Feb 27, 2018 5:55 PM
Is there a recommendation for best-practice to get consent from contacts that we already have in the system? Is it mandatory to ask everyone to consent going forward even if they gave their info in the past?
If it is mandatory to get people to re-consent under GDPR, and since open rate for emails is not very high, how do you prevent losing a big chunk of the contact list?
Mar 12, 2018 7:38 AM - edited Mar 12, 2018 7:39 AM
Here my interpretation of Art. 5 which says: "Personal data shall be: processed lawfully, fairly and in a transparent manner in relation to the data subject (‘lawfulness, fairness and transparency’); [...]" and Art. 6 explains that as:
(1)Processing shall be lawful only if and to the extent that at least one of the following applies:
That means existing data only may be used if one of the consents mentioned above has already taken place. It must be an active Opt-In (not neccessarily a Double Opt-In as long as you have the proof that the consent checkbox has been marked and a timestamp which Hubspot does provide). Silence, already ticked boxes and inactivity of the data subject do not constitute effective consent. A pure "opt-out solution", as many companies strive for, is therefore by no means sufficient.
btw: see it as quality > quantity improvement.
Mar 12, 2018 12:13 PM - edited Apr 25, 2018 11:12 AM
That's the tricky part. I had a conversation with our DPO and propably we will make it that way: We will send an email to inform that we store personal data that we garthered at (we name the specific) source. Being a responsible company we would like to inform and give the chance to give consent, change data or request delete. I guess that 99% of the people don't give a f**k and don't respond. If they don't, it's an opt-out which is fine.
Contacts with performance of a contract or when we have a legal obligation have been sorted out. That's by far the majority in our case. They have to opt-in for marketing mailing but we have legal obligations to store certain data (e.g. tax regulations).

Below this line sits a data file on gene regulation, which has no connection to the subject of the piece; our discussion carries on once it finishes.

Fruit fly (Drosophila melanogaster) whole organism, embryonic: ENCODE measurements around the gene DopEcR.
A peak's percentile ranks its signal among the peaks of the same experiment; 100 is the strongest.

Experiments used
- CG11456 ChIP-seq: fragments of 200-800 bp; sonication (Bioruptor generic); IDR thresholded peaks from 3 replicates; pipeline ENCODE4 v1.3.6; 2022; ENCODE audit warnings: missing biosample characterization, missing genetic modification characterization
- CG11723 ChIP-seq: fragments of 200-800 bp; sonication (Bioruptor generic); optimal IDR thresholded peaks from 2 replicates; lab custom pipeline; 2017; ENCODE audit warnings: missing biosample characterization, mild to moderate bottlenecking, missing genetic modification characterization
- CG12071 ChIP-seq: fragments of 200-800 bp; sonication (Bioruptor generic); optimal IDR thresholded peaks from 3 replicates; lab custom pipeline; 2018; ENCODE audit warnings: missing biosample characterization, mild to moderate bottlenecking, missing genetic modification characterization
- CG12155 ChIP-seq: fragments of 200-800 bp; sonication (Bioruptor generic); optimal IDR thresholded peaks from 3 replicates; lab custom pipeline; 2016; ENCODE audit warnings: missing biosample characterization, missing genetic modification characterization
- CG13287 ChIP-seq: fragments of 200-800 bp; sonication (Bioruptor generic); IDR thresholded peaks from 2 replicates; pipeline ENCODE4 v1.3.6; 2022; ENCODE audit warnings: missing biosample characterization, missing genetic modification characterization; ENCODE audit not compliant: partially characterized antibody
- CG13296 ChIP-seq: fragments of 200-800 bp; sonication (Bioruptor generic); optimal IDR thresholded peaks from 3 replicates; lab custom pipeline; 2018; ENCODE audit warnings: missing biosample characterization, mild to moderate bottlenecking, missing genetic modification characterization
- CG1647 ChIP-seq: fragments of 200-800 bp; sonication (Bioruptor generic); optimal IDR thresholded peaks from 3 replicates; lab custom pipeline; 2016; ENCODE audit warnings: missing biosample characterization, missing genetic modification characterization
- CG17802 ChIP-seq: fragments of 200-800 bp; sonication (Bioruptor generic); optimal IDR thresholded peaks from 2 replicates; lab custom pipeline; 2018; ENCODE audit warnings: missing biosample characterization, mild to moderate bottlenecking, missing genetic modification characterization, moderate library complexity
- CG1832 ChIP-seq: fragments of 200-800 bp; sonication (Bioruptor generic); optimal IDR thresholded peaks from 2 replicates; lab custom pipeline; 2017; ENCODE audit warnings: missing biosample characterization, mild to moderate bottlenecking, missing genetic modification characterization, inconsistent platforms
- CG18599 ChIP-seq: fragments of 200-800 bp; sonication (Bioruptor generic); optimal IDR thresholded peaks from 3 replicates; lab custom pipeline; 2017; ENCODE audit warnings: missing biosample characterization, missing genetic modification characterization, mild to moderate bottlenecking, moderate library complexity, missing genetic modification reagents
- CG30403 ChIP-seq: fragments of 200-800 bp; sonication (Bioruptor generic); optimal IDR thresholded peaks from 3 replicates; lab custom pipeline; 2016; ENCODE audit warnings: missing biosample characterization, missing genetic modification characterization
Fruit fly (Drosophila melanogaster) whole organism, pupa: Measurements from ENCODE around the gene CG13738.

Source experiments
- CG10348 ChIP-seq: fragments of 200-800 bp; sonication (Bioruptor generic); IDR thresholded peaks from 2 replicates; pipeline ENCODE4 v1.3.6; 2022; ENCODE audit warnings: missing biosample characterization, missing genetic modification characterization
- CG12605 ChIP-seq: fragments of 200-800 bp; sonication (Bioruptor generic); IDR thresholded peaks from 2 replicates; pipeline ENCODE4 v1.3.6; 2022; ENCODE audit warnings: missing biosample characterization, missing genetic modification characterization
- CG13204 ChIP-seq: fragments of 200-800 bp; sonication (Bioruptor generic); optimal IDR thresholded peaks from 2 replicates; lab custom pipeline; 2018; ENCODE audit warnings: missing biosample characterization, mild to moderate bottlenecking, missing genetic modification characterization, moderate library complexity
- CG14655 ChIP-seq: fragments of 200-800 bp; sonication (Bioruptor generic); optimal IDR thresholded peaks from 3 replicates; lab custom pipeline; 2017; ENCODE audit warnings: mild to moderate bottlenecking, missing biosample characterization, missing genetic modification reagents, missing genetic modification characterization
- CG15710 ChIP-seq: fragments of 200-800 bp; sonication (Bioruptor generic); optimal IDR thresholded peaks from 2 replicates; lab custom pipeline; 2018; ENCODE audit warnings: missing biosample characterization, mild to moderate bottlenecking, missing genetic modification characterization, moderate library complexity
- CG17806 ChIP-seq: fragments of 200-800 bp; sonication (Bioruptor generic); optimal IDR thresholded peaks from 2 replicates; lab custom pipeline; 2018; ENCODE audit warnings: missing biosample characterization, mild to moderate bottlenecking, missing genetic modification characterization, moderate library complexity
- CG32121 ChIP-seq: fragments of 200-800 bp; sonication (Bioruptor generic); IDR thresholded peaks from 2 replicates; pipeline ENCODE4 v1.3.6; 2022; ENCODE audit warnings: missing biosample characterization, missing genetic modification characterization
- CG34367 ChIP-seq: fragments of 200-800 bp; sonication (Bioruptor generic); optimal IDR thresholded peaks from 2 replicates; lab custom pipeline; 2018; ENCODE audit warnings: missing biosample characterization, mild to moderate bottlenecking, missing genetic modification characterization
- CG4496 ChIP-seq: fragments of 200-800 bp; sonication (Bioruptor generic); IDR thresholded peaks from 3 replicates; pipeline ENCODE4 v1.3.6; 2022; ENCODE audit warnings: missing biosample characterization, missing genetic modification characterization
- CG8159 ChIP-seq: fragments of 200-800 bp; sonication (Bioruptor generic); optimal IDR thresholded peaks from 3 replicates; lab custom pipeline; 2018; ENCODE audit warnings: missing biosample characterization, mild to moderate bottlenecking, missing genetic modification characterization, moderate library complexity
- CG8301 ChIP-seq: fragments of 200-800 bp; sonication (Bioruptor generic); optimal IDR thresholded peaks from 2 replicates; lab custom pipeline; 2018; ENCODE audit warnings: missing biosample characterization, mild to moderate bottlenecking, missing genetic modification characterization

* edited *
Mar 22, 2018 1:32 PM
HubSpot has released its GDPR product roadmap. Find out more here:
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Mar 28, 2018 8:45 AM - edited Mar 28, 2018 8:47 AM
@PracticalNet is there any personal data on those accounts or just the info@ address?
Art. 1 GDPR Subject-matter and objectives
Art. 4 GDPR Definitions
For the purposes of this Regulation:
Mar 28, 2018 9:05 AM
No personal data, thats why we chose this as the first line of communication. Also we dont understand why we need an opt out button if we email info@ or sales@ because it is a freely given email address from their website. What we dont really get is the PECR view of all this
Mar 28, 2018 9:08 AM
Be careful not to mix up GDPR and Anti-Spam regulations. As a sender, you are obligated in most countries of the world to give the recipients the possibility to opt out from your mailing lists at no cost, easily, and in each advertising email.
Mar 28, 2018 10:08 AM
If they didn't opt-in it's spam.
If natural persons didn't give consent it's data protection violation. Be careful: legitimate interests as mentioned in Art. 5 and in Recital 47 doesn't mean that you can cold-spam someone.
They Facebook story right now didn't help either. Everyone gets more sensible and with GDPR people get legal power. Personally I like that. Go more for inbound marketing. 😉
Apr 25, 2018 10:54 AM
As I understand it, sending an email asking them to OPT-OUT is NOT legal. You have to ask them to opt-in. You need proof (documentation) that they opted in to receive emails from you about topics other than the one they originally completed a form for (such as blog or download ebook).
Yes you'll probably lose 80% of your list. The people who don't open your emails.
Apr 25, 2018 11:20 AM
yes you are right. I after reading my oldest post I get your point. It was a bit confusing and I edited it. Thanks.